Genetic studies have revealed a cline between Asian and Papuan genetic ancestry across Island Southeast Asia, with most change occurring abruptly in eastern Indonesia. Evidence suggests that this pattern is the joint outcome of geographic, demographic and social features. This agent-based model simulates social behavior, technological advantages and demography within an explicit geographical framework to determine how these factors influenced prehistoric human movements, and hence, modern patterns of genetic diversity.
In brief, a network of populations is laid across Southeast Asia, with connections only allowed within a defined radius. All humans within a population are initially assigned to one of two ancestries: Asian or Papuan. The model allows different Asian starting distributions, ranging from Asian groups being restricted to mainland Asia, or instead distributed across parts of western Island Southeast Asia (such as Taiwan, Sumatra and Borneo). The remaining populations are initiated as Papuan. Individuals then migrate and mix during a simulated Neolithic farming expansion, beginning 4500 years ago. Agents can be unmarried (allowing them to migrate and/or marry), and once married, family agents can have children, but can no longer move.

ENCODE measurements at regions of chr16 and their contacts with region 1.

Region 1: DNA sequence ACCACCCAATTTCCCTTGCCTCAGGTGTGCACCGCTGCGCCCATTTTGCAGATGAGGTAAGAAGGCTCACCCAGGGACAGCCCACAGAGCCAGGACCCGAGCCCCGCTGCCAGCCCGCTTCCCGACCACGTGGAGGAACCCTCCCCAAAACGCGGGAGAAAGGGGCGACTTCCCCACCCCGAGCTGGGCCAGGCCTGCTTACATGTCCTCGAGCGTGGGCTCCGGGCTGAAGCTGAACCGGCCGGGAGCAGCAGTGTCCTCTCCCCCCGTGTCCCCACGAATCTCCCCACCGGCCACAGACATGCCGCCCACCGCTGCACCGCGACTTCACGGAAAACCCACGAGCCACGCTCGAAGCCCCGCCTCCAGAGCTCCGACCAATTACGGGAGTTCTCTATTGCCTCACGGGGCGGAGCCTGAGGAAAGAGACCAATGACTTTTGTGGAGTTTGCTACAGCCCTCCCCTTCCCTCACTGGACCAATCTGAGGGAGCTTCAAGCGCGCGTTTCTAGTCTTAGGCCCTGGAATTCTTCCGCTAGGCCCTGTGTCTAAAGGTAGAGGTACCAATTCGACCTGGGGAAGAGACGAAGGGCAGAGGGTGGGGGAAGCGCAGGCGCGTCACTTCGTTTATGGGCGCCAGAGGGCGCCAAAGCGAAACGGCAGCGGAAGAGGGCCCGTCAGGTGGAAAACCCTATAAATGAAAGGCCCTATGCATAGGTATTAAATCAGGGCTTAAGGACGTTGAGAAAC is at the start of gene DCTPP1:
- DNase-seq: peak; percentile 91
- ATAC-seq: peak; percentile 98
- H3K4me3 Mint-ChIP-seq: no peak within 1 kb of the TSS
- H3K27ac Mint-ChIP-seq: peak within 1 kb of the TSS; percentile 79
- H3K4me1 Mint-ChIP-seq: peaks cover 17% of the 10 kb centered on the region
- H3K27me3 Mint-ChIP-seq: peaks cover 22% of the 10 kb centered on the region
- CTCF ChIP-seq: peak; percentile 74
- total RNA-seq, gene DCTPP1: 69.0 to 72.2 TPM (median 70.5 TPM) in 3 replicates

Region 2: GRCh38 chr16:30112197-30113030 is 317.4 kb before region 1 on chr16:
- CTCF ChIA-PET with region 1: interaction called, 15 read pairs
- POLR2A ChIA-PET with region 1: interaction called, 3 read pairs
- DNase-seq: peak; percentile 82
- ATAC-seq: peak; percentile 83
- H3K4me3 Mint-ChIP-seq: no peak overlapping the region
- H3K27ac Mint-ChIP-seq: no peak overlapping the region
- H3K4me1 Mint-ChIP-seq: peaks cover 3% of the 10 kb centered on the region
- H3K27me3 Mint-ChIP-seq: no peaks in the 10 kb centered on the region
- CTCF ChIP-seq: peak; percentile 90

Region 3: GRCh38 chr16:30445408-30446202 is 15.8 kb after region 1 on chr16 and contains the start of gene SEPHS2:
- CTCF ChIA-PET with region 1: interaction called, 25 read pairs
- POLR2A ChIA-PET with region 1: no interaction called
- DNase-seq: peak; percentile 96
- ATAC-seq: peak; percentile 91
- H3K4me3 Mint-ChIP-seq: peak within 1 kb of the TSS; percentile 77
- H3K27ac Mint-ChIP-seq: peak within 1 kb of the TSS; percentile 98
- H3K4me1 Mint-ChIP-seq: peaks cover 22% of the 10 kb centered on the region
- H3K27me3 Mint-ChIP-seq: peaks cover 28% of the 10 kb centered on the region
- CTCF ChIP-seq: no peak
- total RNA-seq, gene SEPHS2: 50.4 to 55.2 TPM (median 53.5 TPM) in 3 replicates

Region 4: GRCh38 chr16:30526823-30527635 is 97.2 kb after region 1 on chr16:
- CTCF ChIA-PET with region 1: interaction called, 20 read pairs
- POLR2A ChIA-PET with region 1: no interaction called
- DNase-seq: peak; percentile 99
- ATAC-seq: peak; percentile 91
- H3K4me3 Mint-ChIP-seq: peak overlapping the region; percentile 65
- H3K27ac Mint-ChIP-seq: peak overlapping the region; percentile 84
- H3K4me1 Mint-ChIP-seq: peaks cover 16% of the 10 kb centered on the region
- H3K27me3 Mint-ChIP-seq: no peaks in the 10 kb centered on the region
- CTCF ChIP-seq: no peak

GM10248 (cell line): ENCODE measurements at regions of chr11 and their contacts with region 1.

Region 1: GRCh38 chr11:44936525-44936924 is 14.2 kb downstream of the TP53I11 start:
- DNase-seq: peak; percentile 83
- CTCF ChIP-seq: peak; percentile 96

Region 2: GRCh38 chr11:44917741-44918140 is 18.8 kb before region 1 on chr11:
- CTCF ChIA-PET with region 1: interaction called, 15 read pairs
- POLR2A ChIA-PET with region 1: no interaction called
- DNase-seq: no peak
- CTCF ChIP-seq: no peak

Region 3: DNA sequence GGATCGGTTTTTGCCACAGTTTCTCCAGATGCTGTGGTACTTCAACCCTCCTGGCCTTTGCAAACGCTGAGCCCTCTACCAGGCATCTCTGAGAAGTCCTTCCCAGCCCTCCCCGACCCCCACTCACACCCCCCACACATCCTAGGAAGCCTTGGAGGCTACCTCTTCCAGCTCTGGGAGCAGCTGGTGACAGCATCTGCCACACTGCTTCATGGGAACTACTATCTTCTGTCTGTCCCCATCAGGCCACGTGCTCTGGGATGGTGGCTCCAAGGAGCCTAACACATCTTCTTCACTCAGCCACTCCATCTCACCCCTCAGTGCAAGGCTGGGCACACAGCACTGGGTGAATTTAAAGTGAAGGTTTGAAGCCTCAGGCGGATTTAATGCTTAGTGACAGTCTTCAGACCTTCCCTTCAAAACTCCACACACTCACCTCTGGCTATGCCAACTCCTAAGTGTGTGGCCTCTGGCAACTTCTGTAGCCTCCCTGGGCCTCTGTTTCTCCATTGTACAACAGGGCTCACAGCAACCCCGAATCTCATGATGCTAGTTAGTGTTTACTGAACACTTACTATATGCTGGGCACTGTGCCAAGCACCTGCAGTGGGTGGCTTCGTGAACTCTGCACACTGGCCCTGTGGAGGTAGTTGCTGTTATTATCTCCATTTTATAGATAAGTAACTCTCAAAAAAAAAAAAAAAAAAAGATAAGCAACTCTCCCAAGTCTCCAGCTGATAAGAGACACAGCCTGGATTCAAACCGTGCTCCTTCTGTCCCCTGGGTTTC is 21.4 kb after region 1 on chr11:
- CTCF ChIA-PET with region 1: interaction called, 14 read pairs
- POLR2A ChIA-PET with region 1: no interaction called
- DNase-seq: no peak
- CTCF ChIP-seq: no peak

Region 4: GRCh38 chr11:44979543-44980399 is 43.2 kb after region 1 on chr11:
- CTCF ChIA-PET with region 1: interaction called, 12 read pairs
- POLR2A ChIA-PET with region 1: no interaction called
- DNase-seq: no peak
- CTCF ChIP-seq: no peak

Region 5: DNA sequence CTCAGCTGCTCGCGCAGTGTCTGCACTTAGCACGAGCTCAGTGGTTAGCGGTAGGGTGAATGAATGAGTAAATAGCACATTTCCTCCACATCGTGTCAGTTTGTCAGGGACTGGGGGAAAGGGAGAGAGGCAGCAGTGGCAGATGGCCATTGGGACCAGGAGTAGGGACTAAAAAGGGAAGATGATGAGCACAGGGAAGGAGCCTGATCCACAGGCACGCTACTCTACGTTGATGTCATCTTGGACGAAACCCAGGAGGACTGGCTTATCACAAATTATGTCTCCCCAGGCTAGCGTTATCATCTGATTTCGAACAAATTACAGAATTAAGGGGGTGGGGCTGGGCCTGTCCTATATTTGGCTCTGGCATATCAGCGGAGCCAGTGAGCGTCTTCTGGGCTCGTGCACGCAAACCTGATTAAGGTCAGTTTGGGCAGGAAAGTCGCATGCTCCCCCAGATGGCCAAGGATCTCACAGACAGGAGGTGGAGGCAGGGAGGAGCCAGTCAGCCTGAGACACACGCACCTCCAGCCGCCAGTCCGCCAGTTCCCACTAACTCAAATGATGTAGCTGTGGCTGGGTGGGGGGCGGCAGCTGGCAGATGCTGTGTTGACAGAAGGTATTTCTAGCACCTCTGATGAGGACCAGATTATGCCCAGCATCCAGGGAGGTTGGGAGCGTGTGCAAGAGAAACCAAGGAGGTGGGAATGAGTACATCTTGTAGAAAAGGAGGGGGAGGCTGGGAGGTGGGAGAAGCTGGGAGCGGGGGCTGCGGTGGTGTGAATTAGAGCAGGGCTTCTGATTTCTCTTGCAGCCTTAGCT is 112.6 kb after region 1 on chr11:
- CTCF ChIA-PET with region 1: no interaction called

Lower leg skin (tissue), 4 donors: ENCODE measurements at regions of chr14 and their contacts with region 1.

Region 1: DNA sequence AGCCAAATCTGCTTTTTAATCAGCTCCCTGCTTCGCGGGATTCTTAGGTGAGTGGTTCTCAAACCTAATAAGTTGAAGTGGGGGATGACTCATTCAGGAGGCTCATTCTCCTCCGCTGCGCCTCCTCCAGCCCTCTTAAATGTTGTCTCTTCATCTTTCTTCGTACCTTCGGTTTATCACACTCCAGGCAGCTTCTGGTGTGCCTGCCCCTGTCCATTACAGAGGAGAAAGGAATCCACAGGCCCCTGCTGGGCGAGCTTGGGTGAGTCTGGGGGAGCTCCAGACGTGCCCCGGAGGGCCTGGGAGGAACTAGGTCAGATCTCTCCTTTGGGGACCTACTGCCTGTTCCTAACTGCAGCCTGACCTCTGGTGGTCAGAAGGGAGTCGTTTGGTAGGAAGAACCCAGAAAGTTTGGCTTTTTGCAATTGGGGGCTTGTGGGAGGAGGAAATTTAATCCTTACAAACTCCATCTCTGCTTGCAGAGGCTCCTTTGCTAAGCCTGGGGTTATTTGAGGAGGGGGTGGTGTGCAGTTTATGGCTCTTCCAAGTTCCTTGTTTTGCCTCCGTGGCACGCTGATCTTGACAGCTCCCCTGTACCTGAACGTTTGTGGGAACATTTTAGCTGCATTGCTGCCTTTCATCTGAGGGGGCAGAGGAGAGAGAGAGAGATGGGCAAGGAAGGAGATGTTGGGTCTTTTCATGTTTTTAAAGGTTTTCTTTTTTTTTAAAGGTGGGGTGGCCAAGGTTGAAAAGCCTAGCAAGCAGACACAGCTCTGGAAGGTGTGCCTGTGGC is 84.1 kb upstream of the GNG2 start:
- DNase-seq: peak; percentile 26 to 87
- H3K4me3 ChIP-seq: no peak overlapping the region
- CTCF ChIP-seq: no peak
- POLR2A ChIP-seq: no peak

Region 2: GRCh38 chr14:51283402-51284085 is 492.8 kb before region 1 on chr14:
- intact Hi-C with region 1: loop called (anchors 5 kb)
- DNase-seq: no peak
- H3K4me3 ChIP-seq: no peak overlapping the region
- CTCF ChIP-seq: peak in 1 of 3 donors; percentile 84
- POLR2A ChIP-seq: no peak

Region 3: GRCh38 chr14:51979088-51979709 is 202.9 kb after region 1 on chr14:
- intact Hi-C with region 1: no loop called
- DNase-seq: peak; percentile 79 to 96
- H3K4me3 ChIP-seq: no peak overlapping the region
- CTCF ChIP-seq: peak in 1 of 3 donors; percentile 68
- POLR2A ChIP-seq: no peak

Six parameters are explored: the fecundity of Asian agents, the fecundity of Papuan agents, the migration probability of Asian agents, the migration probability of Papuan agents, preferential marriage between Asian women and Papuan men, and the initial distribution of Asian populations. The patterns of Asian-Papuan mixture created by these processes are compared with those found in real genomic data using standard statistical inference methods.
Vallée, F., A. Luciani and M.P. Cox. 2016. Reconstructing demography and social behavior during the Neolithic expansion from genomic diversity across Island Southeast Asia. Genetics 204:1495–1506.